What is Shabbat Hagadol

Posted on March 19th, 2018
By Eliyahu Kitov for chabad.org


This Shabbat, March 24, 2018, is Shabbat Hagadol

The Shabbat which precedes Passover is called Shabbat haGadol, the Great Sabbath, for many and varied reasons, as we shall explain below.

There are also many special customs associated with this Shabbat. It was in Egypt that Israel celebrated the very first Shabbat Ha-Gadol on the tenth of Nissan, five days before their redemption. On that day, the Children of Israel were given their first commandment which applied only to that Shabbat, but not to future generations: On the tenth day of this month [Nissan]... each man should take a lamb for the household, a lamb for each home (Exodus 12:3).

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Want more information on Passover? Check out Jvillage Network's Passover Guide.

The Meaning of Shabbat Parshat Hachodesh

Posted on March 18th, 2018
Daniel Pinner, Arutz Sheva

This Saturday is Shabbat Hachodesh, Sabbath of The Month

The Sabbath preceding the first day of the month of Nisan is called Hachodesh. We read the first mitzvah given to the Jews as a people. With special Torah and Haftarah readings, we read how the first national mitzvah was to take control of our time.

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Structure of a Jewish Prayer Service

Posted on March 11th, 2018
from bimbam.com

Your step-by-step guide


Are you attending a Jewish service for the first time or just need a refresher? While prayer services vary widely from temple to temple, there are some standard prayers and rituals that most temples practice. From the warm up prayer (pesukai d’zimra) to the sermon (d’var Torah), this video guides you through all the different sections of a typical Jewish service.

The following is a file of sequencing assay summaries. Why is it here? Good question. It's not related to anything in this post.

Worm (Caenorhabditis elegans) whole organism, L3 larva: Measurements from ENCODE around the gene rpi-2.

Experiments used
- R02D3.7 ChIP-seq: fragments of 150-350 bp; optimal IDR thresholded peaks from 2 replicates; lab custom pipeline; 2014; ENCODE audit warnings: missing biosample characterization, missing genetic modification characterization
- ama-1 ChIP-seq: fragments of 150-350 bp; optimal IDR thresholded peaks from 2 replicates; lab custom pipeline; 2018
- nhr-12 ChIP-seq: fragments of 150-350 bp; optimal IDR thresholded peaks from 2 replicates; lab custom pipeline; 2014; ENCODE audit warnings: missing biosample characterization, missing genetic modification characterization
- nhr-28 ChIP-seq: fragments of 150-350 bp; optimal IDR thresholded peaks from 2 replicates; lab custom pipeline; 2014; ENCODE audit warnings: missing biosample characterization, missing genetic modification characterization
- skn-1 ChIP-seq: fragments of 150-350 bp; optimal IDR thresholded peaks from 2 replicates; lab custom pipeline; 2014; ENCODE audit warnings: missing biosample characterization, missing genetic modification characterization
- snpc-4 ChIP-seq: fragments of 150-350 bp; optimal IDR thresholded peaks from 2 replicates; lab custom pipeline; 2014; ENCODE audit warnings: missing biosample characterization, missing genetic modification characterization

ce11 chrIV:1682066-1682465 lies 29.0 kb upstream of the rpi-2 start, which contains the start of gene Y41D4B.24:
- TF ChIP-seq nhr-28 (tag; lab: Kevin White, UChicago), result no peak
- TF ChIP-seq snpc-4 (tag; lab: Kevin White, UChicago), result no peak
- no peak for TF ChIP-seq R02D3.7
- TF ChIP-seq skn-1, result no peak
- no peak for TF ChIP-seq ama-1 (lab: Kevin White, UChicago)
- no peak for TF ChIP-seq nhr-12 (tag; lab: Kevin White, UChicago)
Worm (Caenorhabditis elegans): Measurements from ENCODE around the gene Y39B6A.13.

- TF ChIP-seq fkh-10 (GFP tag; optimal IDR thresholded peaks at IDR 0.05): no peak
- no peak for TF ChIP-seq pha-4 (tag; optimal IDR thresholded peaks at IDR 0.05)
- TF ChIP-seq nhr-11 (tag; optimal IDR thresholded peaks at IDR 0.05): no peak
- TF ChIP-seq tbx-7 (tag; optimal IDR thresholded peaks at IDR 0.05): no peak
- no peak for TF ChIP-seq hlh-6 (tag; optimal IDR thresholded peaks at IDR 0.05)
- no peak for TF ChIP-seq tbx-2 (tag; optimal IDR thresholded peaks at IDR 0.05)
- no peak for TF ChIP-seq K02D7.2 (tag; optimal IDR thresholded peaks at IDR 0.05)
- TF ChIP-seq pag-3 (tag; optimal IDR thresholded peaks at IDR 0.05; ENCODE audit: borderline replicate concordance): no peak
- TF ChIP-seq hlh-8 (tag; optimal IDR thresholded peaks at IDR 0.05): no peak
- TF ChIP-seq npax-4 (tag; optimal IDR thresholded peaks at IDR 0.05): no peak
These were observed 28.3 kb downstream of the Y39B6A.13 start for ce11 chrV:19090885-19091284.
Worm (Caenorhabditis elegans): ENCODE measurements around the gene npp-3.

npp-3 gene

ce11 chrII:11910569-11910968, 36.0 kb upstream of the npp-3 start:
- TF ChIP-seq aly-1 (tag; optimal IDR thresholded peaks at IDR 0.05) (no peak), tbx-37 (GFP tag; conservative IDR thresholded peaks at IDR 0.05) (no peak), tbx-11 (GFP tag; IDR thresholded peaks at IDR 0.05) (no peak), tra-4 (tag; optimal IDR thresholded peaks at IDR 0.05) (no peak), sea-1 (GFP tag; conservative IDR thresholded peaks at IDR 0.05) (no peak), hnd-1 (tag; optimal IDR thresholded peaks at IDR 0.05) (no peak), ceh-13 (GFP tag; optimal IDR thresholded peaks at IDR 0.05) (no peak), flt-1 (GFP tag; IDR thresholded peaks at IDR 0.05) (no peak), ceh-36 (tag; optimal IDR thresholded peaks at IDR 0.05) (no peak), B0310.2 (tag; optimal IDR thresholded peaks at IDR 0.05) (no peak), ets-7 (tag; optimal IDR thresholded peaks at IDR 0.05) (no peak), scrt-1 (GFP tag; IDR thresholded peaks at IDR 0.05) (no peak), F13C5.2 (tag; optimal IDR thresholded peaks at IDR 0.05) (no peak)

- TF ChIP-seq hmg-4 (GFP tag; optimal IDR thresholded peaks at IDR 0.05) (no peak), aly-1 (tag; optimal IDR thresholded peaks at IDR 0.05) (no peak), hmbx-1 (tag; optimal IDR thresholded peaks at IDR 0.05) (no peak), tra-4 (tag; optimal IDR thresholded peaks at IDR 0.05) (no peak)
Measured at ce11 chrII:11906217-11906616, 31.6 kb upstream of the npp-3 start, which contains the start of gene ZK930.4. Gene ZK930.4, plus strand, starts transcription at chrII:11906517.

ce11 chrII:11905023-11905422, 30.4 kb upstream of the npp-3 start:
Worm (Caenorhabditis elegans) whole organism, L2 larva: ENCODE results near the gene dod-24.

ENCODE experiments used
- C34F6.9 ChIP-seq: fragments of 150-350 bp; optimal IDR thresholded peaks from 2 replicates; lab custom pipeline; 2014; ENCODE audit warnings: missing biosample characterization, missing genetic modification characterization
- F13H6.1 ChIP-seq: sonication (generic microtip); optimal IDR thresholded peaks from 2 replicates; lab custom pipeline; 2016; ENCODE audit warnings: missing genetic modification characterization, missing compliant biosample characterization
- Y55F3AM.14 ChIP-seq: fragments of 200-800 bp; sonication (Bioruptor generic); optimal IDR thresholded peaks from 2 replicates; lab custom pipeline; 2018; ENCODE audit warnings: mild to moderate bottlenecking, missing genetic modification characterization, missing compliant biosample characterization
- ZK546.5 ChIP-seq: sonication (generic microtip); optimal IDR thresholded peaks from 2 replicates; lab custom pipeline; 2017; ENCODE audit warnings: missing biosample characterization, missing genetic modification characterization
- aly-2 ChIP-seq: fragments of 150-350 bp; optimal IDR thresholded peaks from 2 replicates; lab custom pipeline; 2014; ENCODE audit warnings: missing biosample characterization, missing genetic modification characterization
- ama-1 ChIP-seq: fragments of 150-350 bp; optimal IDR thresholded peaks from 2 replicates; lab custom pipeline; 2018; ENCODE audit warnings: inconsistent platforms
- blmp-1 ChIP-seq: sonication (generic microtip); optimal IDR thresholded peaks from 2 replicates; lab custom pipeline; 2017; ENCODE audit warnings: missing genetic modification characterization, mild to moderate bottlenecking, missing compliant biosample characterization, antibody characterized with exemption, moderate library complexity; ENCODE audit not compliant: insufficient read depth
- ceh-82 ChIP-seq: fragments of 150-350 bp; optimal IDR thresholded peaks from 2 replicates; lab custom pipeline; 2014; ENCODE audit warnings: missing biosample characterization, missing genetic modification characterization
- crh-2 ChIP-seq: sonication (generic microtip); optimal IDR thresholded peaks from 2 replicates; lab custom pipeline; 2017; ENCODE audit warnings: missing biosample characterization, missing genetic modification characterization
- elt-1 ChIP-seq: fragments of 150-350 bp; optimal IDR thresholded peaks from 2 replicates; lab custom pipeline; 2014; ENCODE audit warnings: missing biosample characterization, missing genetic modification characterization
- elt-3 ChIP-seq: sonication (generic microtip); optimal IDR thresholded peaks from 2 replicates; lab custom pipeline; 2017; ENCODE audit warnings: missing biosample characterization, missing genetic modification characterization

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The Red Heifer in Synagogue: Purifying Israel from Sin

Posted on March 4th, 2018

The Red Heifer Purification Process.  Artist YoramRaanan.com

By Ethan Schwarts for TheTorah.com


This Shabbat is Shabbat Parah/The Sabbath of the Red Heifer


The Special Readings for Shabbat Parah

The Shabbat three weeks before Passover is known as Shabbat Parah. It derives its name from a special liturgical feature: the additional Torah reading (maftir) drawn from the purity rite of the red heifer (Numbers 19).[1] This practice goes back to the Tannaitic period (late 2nd century C.E.) and is referenced in the Mishnah (m. Megillah 3:4):

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Our Favorite Shabbat Songs for Kids

Posted on February 25th, 2018

I’m admittedly a Shabbat newbie, but music has always been an important tool in teaching my children about Judaism. Bringing music into our burgeoning Shabbat rituals was a natural extension. I’ve learned a lot in the past year, mostly through trial and error, when it comes to engaging my kids in music on Shabbat. Here are three things to keep in mind:

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